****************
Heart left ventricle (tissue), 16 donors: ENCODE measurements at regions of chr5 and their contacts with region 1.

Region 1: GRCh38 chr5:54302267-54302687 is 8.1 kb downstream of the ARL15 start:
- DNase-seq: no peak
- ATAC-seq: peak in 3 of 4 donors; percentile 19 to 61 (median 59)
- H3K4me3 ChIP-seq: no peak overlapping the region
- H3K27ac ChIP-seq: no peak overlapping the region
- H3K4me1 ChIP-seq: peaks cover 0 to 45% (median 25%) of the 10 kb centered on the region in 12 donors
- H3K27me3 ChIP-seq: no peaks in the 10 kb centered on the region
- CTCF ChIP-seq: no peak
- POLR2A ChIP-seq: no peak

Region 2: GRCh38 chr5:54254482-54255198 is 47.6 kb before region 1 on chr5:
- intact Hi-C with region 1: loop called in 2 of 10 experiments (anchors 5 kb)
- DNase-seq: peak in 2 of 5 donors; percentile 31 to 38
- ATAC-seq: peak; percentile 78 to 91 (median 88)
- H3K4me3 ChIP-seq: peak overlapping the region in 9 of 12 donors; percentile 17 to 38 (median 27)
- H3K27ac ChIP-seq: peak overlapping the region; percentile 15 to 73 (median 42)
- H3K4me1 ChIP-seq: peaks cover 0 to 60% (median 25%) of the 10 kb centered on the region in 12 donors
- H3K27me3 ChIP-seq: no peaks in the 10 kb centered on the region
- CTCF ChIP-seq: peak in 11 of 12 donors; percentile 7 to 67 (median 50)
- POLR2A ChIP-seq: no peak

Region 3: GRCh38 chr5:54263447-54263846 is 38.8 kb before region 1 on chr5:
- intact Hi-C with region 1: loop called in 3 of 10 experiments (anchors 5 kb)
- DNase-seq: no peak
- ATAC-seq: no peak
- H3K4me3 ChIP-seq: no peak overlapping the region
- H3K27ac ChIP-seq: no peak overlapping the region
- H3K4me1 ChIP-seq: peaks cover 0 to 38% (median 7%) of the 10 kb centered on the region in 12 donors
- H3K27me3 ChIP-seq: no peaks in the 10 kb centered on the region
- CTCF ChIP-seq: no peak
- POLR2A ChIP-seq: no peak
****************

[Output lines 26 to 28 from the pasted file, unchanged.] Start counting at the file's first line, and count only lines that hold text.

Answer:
- H3K27ac ChIP-seq: no peak overlapping the region
- H3K4me1 ChIP-seq: peaks cover 0 to 38% (median 7%) of the 10 kb centered on the region in 12 donors
- H3K27me3 ChIP-seq: no peaks in the 10 kb centered on the region